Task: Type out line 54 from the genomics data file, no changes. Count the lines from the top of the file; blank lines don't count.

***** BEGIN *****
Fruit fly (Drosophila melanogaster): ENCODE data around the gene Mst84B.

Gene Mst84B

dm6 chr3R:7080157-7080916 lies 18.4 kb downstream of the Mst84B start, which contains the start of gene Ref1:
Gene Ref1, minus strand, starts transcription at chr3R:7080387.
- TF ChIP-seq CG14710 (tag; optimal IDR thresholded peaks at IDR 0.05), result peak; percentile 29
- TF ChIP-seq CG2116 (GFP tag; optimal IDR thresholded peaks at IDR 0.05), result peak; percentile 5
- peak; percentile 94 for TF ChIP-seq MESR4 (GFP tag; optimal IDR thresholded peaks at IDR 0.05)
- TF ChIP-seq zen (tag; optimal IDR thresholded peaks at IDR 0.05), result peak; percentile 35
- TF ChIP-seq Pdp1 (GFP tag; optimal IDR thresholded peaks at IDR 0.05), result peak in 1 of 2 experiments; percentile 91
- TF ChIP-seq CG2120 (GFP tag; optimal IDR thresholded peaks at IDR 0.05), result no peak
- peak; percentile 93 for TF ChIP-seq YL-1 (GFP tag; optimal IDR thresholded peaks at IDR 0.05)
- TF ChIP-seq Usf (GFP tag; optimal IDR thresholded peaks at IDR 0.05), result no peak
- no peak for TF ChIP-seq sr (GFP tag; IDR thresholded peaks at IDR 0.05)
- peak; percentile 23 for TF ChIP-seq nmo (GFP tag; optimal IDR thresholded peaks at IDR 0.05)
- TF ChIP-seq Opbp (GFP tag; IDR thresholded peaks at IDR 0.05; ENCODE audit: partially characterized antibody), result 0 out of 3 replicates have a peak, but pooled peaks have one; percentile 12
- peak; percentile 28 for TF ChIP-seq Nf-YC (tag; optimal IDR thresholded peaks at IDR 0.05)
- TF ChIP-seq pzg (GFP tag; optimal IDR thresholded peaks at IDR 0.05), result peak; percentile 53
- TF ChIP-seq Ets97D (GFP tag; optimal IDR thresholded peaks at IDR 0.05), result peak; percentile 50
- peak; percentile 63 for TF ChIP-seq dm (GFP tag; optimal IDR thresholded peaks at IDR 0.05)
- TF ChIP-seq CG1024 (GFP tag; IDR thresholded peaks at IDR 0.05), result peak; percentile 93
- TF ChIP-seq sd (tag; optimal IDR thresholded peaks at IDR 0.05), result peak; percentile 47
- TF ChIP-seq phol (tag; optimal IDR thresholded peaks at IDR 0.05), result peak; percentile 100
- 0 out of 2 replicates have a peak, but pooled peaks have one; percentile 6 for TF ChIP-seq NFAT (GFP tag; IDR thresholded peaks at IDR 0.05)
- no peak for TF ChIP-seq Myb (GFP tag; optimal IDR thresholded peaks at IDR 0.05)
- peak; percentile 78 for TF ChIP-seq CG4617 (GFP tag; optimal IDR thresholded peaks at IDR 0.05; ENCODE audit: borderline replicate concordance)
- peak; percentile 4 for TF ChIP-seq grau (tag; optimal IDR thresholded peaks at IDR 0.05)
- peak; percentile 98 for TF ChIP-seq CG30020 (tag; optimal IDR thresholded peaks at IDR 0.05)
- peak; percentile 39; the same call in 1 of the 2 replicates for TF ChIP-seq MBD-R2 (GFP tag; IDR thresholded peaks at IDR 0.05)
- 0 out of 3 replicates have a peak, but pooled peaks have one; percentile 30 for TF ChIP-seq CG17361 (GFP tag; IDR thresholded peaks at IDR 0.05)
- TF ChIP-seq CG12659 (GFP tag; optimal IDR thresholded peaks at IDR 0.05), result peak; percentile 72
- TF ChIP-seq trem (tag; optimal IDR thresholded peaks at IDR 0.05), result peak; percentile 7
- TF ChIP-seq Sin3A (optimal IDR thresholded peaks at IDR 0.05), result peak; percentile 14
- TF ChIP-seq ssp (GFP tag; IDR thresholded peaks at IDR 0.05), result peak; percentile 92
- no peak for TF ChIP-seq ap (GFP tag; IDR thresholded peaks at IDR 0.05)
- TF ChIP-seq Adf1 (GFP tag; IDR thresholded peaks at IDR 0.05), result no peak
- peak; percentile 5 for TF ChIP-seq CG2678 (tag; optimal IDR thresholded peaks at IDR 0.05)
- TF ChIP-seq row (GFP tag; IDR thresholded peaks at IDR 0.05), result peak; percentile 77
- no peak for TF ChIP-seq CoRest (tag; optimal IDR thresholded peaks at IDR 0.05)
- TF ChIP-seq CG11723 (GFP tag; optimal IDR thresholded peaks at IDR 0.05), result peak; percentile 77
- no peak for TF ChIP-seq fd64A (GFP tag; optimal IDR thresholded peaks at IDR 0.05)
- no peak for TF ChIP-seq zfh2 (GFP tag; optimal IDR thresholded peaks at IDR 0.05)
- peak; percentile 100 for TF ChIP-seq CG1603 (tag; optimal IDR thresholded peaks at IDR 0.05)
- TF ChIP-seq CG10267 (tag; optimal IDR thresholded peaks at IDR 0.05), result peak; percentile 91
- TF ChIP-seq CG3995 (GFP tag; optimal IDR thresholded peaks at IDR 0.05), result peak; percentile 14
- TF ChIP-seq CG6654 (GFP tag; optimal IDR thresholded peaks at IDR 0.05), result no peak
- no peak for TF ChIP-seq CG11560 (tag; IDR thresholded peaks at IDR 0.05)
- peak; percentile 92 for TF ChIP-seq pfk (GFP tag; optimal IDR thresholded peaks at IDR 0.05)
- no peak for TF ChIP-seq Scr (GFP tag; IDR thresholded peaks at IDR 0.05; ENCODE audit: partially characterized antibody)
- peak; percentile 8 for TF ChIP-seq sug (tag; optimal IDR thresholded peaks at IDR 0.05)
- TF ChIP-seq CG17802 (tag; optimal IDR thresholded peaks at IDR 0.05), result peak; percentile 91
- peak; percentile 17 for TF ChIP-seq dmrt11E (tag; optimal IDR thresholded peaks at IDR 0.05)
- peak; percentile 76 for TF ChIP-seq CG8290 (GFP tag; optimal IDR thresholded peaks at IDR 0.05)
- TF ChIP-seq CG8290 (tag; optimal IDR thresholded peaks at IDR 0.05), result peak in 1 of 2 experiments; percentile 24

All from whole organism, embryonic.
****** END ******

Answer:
All from whole organism, embryonic.